Consular Processing Immigrant Visa

Learn About US Immigrant Visa Requirements And Eligibility

Introduction

Consular Processing for green card is a procedure available to all intending immigrants with approved permanent residence petitions, which allows them to apply for an immigrant visa at an American Consulate in their home country.

VisaPro’s experienced immigration attorneys will prepare and file all the required documents for foreign nationals with an approved immigration petition applying for Consular Processing of their Green Card.

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Consular Processing US Immigrant Visa Eligibility – It Is Suitable For:

  • Spouse, parent, son, daughter, brother or sister of a U.S. citizen with an approved family-based immigrant visa petition
  • Spouse, unmarried son or daughter of any age of a lawful permanent resident with an approved family-based immigrant visa petition
  • Foreign nationals with an approved immigrant visa petition filed on their behalf by a U.S. employer
  • Winners of the Diversity Visa Lottery

Consular Processing US Immigrant Visa Benefits

  1. The processing time for consular processing of an immigrant visa is generally much shorter than the Adjustment of Status process. Unlike adjustment of status, consular processing rarely takes more than four to six months from the date of the petition approval or visa availability
  2. You may have restrictions on travel outside the U.S. when you have applied for adjustment of status

Consular Processing US Immigrant Visa Requirements

A. Eligibility Criteria

To be eligible to receive an immigrant visa through consular processing, you must prove that:

  1. You satisfy all the admissibility criteria to enter the U.S. as an immigrant
  2. You have an approved immigration petition
  3. You plan to engage in the activities that are consistent with your immigrant visa category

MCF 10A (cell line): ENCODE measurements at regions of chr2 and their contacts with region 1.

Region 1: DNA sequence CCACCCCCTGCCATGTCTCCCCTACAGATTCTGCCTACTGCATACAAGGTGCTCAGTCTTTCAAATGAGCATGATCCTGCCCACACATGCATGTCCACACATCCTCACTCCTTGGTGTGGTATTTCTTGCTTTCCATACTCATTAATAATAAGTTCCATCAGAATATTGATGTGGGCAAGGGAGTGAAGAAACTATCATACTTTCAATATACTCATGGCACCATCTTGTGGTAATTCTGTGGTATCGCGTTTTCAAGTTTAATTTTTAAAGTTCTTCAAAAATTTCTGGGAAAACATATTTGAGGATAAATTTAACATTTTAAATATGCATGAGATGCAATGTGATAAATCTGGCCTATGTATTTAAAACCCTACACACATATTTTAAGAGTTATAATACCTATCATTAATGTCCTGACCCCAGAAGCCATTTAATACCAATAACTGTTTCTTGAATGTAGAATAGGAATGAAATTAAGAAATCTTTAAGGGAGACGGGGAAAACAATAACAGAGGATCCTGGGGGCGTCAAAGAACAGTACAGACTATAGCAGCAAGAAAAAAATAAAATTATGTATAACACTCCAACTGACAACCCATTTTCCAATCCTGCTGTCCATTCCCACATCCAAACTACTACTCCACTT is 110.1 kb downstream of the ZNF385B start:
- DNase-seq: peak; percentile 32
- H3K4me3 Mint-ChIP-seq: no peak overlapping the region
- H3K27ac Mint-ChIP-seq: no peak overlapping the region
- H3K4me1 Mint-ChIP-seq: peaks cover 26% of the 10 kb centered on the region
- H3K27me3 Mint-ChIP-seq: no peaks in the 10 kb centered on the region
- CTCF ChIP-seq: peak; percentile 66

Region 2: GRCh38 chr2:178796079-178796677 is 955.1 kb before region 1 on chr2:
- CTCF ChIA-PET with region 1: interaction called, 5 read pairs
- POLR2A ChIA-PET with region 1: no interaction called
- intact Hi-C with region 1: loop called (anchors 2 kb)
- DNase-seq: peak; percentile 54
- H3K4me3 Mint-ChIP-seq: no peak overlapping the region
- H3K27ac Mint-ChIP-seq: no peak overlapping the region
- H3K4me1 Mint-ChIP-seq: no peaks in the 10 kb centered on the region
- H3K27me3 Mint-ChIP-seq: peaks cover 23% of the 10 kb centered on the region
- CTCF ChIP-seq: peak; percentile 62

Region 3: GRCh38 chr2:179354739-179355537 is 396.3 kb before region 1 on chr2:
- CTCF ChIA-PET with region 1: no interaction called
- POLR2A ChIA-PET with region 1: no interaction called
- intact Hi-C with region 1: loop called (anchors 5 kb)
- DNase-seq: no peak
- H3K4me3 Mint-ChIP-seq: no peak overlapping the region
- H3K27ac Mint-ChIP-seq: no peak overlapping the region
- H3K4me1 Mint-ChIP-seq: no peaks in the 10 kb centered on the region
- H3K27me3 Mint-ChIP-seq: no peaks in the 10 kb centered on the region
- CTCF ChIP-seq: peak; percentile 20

4. Your immigration petition’s priority date is current
B. Grounds For Inadmissibility

The consular officer may deny immigrant visas to foreign nationals on the following grounds:

1. Health-Related Grounds

You may be denied an immigrant visa if:

a. You have a communicable disease and the disease is of public health significance

b. You have not met the vaccination requirements

c. You have a physical or mental disorder and may pose a threat to the property, safety or welfare of others

d. You are a drug abuser or a drug addict

e. You are an alcohol abuser or an alcohol addict, and may pose a threat to the property, safety, or welfare of others

2. Criminal and Related Grounds

You may be denied an Immigrant Visa if:

a. You have committed crimes involving moral turpitude or crimes involving controlled substances

b. You have had multiple criminal convictions, and the offenses committed are other than purely political, and the aggregate sentences to confinement are five years or more

c. You have been convicted of trafficking controlled substances, or are the spouse, son, or daughter of a foreign national who is or has been an illicit trafficker or knowing assister, abettor, conspirator, or colluder with others in the illicit trafficking of any controlled substance

d. You have been a prostitute, or are entering the U.S. to practice prostitution

e. You directly or indirectly procure or attempt to procure or import prostitutes or persons for the purpose of prostitution

f. You are coming to the U.S. to engage in an unlawful commercialized vice

3. Security and Related Grounds

You may be denied an Immigrant Visa if:

a. You plan to enter the U.S. to engage solely, principally, or incidentally in any activity to violate any law of the U.S. relating to espionage or sabotage

b. You plan to enter the U.S. to engage solely, principally, or incidentally in any activity to violate or evade any law prohibiting the export from the U.S. of goods, technology, or sensitive information

c. You plan to enter the U.S. to engage solely, principally, or incidentally in any activity a purpose of which is the opposition to, or the control or overthrow of, the Government of the U.S.